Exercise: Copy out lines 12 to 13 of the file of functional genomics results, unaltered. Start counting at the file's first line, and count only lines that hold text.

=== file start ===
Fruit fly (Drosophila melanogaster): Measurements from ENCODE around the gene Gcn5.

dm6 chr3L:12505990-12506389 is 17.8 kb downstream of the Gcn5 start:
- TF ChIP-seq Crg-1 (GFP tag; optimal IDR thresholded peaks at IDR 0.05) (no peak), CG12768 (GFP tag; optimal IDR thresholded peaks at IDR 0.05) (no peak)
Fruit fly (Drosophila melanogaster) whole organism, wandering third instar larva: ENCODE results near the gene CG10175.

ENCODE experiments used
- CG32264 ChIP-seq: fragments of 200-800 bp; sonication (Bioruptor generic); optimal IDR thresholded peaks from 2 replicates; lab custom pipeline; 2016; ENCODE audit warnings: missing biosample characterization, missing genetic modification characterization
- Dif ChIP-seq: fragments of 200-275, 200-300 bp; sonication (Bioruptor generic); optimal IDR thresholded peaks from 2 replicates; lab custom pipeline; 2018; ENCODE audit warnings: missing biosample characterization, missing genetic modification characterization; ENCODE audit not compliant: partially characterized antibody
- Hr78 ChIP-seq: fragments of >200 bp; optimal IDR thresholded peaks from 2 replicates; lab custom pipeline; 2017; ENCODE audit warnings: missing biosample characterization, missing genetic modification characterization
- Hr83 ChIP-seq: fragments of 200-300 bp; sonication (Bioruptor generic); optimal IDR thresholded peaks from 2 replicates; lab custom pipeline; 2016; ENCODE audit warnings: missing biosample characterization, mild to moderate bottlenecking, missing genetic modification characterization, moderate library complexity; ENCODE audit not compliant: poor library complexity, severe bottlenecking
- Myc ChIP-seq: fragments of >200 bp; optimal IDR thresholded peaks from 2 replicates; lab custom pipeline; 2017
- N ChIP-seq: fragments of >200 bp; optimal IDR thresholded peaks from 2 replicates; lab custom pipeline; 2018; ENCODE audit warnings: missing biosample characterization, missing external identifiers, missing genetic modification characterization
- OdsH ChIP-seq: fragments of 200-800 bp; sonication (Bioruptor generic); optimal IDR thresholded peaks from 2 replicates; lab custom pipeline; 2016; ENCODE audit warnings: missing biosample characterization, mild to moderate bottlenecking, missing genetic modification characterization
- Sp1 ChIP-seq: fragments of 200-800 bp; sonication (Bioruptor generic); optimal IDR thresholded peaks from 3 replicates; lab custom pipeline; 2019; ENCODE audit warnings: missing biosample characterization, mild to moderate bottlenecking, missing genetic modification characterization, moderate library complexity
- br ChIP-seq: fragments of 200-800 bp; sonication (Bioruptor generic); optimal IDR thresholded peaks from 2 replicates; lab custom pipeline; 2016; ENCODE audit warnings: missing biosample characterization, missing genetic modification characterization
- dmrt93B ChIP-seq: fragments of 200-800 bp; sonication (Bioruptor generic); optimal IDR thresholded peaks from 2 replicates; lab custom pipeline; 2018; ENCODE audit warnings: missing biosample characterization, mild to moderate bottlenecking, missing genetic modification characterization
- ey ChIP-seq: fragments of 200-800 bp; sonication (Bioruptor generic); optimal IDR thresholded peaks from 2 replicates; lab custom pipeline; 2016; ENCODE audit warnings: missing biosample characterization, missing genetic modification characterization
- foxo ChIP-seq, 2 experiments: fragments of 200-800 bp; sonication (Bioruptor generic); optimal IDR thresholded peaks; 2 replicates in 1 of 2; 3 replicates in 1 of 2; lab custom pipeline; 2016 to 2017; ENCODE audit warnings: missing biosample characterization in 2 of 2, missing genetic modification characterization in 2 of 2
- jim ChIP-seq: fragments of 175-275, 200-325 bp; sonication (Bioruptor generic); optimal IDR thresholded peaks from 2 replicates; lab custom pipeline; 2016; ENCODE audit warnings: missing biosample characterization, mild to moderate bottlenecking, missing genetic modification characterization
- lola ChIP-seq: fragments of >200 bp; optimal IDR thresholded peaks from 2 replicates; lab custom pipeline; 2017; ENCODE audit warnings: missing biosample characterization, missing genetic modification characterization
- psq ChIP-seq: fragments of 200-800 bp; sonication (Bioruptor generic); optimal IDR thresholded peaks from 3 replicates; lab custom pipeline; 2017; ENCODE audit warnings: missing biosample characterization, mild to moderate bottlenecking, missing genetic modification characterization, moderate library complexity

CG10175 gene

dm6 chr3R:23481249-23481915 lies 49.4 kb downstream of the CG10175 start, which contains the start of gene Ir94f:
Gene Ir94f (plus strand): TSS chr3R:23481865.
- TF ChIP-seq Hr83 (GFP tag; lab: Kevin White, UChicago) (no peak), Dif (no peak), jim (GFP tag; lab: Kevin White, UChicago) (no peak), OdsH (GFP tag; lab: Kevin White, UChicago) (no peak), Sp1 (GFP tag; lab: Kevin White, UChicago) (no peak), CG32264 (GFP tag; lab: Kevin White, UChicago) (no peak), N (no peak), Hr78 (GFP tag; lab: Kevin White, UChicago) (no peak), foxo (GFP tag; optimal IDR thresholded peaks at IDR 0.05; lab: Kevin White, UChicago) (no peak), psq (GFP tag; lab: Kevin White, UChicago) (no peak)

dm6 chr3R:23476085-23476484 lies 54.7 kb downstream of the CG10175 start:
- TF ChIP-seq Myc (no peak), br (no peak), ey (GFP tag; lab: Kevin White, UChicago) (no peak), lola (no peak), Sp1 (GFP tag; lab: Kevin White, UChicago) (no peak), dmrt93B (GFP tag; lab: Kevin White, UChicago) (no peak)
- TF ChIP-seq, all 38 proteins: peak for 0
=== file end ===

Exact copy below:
- OdsH ChIP-seq: fragments of 200-800 bp; sonication (Bioruptor generic); optimal IDR thresholded peaks from 2 replicates; lab custom pipeline; 2016; ENCODE audit warnings: missing biosample characterization, mild to moderate bottlenecking, missing genetic modification characterization
- Sp1 ChIP-seq: fragments of 200-800 bp; sonication (Bioruptor generic); optimal IDR thresholded peaks from 3 replicates; lab custom pipeline; 2019; ENCODE audit warnings: missing biosample characterization, mild to moderate bottlenecking, missing genetic modification characterization, moderate library complexity